RUMSON – He’s never hit a game-winning shot or been honored for scoring his 1,000th point, and the reverse dunk isn’t part of his arsenal.
But Jack Velcamp has been as responsible for the rise of Rumson-Fair Haven boys basketball as any of the Division I talent that has filtered through the program.
While he stands just 4-foot-2, Velcamp, a team manager since the fourth grade, has all the stature of a leading scorer, providing inspiring performances daily by employing a grace and resilience often reserved for the greatest athletes in the world to deal with dwarfism.
“He was my top recruit when I got here,” said head coach Chris Champeau, who arrived eight years ago, helping the Bulldogs be the Shore Conference’s most successful program during that stretch.
It’s the ultimate tale of hardwood heroics, about an 18-year-old who has achieved rock star status even though he’s different. It highlights the impact a community, a school and an athletic program can have on a young life.
“I never could have imagined any of this, and it basically turned my life around,” said Velcamp, who also works with the school’s football and baseball teams, “because if I didn’t have any of this and the other sports, I don’t know where I’d be.”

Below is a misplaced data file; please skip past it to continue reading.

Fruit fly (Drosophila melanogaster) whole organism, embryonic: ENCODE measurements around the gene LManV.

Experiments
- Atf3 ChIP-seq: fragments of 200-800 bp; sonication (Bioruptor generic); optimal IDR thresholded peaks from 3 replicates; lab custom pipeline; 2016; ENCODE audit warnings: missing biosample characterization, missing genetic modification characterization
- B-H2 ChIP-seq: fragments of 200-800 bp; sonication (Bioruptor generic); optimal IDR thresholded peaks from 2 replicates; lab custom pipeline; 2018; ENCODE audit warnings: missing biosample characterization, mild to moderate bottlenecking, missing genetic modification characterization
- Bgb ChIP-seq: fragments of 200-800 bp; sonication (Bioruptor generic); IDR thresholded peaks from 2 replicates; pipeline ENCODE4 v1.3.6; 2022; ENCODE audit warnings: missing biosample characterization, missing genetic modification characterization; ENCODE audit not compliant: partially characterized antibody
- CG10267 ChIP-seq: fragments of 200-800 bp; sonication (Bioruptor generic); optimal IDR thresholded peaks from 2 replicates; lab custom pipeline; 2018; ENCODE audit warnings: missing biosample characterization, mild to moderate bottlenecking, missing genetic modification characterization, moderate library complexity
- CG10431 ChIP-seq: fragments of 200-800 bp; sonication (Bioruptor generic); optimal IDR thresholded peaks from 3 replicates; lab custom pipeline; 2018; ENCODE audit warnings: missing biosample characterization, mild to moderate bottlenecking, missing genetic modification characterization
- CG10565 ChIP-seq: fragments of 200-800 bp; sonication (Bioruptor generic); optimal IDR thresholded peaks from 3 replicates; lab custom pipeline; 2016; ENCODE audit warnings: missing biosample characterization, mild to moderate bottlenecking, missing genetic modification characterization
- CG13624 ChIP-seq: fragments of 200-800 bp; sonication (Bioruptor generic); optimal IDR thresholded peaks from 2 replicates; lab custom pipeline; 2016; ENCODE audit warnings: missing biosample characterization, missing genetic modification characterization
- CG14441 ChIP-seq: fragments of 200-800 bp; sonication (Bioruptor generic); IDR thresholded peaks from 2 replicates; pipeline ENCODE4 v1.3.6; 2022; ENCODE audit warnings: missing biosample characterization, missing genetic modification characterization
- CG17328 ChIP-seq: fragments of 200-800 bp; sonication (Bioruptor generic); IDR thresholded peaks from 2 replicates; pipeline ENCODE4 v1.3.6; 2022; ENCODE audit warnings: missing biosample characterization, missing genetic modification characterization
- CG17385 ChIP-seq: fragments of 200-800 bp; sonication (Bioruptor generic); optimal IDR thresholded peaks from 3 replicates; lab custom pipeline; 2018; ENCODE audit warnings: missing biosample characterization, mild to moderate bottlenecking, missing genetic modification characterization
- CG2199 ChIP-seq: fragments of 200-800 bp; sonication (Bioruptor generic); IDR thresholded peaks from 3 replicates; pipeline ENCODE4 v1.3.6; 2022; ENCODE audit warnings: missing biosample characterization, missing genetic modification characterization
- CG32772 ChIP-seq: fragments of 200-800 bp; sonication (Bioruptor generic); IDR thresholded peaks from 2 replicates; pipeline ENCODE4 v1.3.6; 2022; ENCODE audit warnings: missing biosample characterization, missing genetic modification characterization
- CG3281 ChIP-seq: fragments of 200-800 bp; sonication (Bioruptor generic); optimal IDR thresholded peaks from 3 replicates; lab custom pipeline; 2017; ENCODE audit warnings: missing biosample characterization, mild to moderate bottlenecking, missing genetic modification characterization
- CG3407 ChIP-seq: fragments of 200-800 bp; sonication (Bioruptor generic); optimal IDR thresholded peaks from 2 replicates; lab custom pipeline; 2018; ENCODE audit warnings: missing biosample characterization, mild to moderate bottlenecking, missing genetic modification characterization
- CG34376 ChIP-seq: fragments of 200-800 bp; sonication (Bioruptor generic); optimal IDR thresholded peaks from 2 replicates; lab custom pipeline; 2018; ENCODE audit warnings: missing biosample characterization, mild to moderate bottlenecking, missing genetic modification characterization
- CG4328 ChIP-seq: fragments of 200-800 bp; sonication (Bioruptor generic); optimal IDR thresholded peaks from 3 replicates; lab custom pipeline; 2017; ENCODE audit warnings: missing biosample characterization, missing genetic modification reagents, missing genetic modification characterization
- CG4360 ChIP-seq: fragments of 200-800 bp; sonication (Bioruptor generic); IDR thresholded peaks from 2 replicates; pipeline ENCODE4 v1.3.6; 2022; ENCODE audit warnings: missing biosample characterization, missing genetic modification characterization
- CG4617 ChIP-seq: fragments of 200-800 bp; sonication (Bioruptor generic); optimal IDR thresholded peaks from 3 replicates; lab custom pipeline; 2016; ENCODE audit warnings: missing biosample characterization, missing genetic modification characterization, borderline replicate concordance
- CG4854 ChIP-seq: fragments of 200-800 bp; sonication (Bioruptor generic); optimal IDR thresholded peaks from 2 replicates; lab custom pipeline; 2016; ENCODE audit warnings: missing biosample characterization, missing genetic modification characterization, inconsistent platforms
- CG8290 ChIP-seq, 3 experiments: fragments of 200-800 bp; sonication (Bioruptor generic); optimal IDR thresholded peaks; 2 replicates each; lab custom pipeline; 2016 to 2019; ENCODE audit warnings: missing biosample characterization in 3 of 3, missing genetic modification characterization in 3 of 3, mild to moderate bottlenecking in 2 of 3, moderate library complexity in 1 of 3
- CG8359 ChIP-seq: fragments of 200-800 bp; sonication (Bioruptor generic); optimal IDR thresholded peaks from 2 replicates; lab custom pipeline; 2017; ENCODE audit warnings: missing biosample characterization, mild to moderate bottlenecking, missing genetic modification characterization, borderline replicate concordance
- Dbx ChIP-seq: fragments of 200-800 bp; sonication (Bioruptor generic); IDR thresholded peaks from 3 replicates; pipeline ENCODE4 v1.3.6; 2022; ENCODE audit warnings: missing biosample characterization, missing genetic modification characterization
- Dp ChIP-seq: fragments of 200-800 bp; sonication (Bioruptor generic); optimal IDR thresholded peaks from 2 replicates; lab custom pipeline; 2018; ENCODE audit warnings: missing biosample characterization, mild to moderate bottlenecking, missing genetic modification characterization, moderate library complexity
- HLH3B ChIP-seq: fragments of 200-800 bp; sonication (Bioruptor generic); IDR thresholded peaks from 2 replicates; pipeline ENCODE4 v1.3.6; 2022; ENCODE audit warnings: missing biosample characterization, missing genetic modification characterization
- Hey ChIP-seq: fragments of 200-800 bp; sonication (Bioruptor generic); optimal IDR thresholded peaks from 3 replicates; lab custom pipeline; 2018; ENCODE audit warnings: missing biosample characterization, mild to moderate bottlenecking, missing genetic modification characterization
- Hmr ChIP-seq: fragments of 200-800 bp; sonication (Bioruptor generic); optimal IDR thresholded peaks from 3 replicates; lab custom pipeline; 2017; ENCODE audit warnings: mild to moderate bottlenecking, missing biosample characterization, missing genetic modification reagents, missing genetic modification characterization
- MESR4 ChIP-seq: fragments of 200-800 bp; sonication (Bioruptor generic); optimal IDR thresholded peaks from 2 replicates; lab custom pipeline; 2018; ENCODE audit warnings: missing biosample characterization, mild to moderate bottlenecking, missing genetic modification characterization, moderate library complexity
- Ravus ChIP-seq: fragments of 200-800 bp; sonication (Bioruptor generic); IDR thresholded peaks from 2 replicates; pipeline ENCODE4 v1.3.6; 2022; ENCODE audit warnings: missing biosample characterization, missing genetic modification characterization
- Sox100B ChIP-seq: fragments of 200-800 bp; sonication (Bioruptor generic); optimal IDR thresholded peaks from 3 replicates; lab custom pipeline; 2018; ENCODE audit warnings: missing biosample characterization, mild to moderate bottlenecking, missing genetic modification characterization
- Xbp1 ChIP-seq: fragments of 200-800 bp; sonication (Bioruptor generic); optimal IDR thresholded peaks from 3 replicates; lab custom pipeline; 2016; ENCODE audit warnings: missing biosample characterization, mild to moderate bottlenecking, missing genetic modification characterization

Velcamp and his twin brother, P.J., began as managers with the Bulldogs’ football team, picking up basketball two years later.
While P.J. Velcamp was a 5-11 receiver last fall for a team that played in its fifth straight NJSIAA sectional championship game — winning four of them — Jack Velcamp sported a “USA” on his chest last summer when he played basketball at the World Dwarf Games in Ontario, Canada.
And on Feb. 1, Jack Velcamp will don a Bulldogs jersey and walk out onto the court in the starting lineup against Holmdel in what will be as electrifying a Senior Night as the Jersey Shore has ever experienced.